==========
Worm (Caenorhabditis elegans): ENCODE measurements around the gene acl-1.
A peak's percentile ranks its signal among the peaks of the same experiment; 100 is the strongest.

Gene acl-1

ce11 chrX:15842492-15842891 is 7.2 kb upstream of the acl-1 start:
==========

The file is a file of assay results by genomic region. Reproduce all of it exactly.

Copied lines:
Worm (Caenorhabditis elegans): ENCODE measurements around the gene acl-1.
A peak's percentile ranks its signal among the peaks of the same experiment; 100 is the strongest.

Gene acl-1

ce11 chrX:15842492-15842891 is 7.2 kb upstream of the acl-1 start: